While most people in California may think of workplace injuries as only including obvious personal physical injuries, exposure to a number of different chemicals can lead to disorders and diseases as well. These occupational or work-related injuries and illnesses may also be covered under workers’ compensation.
Chemicals can cause permanent damage by penetrating through the skin. Through constant exposure at work, the buildup of the chemical in the body over time may cause lasting neurological and organ damage. Some people will have immune system reactions to chemicals as their bodies have allergic reactions to the chemical. Others may experience localized irritation at the site of the exposure. These are the two main categories of what are called occupational contact dermatitis. The irritant contact dermatitis accounts for 80 percent of the reported cases.
Workers may be injured by splashes, immersion, direct contact with surfaces that are contaminated or the use of aerosols. Chemicals can be absorbed through the dermal layer, often without being immediately noticed by the worker. The degree of absorption can depend on several factors, including any existing damage to the skin, the quality of the skin’s outer layer, the temperature, the substance’s physical and chemical makeup and the substance’s concentration. Workers in many different industries may be exposed to chemicals, including those in the cosmetics industry, food service, health care, construction, agriculture, painting, cleaning, printing and mechanics.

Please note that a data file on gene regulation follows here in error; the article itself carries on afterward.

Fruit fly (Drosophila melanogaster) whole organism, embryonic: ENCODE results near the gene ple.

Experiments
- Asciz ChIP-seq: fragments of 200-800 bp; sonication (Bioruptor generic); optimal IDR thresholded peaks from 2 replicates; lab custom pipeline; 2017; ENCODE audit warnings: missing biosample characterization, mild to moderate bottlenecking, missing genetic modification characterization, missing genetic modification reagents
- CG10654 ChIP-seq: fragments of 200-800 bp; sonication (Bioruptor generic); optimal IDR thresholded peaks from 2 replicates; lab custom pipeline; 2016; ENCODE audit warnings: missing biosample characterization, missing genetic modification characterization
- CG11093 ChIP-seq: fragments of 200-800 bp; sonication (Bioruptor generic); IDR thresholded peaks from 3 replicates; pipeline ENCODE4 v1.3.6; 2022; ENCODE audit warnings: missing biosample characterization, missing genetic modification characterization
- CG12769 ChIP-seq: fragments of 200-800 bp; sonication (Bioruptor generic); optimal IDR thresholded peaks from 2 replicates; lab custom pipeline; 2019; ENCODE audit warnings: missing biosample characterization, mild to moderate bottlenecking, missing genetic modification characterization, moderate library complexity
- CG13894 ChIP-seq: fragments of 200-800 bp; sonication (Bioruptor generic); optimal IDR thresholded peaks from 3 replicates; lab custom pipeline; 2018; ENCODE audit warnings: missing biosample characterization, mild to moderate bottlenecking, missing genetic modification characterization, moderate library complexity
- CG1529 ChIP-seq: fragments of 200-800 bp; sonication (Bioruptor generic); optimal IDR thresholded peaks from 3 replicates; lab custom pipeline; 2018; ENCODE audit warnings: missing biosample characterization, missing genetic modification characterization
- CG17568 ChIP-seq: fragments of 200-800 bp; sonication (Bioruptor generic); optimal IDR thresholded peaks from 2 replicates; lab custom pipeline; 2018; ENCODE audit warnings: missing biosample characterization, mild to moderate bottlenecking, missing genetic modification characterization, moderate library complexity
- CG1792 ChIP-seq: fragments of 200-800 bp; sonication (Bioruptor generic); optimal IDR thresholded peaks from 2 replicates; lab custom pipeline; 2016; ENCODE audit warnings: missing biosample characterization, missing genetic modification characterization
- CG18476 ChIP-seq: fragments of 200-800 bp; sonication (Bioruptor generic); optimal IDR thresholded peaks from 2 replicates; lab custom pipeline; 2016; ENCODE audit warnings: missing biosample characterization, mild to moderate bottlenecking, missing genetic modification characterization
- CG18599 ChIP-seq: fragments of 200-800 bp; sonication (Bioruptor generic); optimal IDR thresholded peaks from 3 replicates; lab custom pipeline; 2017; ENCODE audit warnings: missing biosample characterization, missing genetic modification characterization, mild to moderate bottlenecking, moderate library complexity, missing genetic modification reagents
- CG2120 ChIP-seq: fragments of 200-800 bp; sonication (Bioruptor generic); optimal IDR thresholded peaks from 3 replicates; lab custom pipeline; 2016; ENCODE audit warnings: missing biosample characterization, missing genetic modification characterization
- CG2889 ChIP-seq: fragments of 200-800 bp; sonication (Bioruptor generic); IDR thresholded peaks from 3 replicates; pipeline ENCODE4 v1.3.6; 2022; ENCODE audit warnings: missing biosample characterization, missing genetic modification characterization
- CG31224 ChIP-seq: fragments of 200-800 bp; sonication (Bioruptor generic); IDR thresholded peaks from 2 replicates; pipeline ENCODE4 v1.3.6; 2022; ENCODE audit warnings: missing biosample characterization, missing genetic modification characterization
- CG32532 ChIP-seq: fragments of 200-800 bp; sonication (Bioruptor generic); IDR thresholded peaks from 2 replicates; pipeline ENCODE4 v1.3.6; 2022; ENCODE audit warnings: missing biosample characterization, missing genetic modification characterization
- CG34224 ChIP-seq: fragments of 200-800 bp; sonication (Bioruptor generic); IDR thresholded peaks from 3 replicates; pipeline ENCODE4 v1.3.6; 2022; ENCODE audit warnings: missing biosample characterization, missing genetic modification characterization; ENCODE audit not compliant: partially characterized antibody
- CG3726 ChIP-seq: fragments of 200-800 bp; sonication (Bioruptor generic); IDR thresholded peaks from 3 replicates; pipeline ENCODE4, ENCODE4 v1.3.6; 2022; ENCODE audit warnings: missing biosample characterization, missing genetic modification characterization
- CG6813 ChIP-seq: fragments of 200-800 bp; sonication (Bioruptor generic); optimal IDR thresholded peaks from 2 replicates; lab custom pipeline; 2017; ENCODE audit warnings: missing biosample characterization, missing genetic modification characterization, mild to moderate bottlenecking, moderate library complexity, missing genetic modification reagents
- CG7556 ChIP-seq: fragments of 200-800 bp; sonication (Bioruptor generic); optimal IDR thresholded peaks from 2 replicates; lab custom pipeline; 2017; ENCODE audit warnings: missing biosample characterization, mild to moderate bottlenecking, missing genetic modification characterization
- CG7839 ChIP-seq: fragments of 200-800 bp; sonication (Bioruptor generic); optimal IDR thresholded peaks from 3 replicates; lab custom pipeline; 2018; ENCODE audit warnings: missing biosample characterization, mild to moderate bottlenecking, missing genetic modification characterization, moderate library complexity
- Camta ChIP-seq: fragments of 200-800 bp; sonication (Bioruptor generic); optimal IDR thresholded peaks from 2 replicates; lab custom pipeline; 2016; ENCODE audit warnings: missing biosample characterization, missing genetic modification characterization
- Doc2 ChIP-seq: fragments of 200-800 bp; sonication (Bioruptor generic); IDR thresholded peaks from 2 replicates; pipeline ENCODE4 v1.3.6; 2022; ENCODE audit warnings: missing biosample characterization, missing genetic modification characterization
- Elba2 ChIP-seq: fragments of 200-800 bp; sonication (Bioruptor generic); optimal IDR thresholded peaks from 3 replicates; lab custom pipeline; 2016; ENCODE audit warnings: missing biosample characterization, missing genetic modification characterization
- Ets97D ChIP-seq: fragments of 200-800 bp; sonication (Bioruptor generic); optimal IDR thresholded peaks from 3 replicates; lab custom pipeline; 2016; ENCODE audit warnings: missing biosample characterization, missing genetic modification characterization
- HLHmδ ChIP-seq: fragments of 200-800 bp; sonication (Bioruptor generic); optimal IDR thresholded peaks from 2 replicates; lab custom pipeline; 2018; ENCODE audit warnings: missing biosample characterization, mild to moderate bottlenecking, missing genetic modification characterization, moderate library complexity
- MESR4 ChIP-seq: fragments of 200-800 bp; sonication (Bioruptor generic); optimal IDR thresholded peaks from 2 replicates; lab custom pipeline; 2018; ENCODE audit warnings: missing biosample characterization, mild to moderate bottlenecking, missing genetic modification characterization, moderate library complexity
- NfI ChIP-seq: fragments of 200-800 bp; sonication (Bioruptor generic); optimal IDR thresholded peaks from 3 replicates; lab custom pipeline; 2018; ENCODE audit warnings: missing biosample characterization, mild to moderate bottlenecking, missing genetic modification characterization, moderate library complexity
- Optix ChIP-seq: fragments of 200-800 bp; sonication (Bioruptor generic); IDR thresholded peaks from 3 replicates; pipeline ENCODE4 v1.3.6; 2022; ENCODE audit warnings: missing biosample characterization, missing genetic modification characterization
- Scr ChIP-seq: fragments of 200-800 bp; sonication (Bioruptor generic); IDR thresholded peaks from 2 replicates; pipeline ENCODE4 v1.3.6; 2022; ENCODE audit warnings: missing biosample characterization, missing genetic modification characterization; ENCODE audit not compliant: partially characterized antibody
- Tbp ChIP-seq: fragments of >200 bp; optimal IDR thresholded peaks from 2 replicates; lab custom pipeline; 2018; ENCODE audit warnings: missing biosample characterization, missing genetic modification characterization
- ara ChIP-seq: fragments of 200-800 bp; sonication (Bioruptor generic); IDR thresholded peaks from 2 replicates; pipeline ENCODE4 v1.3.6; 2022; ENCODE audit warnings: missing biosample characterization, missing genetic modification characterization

Toxic exposure can result in debilitating injuries. When the exposure has occurred while the person is working, coverage may be available through workers’ compensation. Most employers are required by law to carry workers’ compensation insurance in order to protect their workers. When filing a claim based on an occupational disease, the medical documentation supporting the claim is often of vital importance. If a claim is denied, a workers’ compensation attorney may be able to assist.
Source: Centers for Disease Control and Prevention, “Skin Exposures & Effects“, December 28, 2014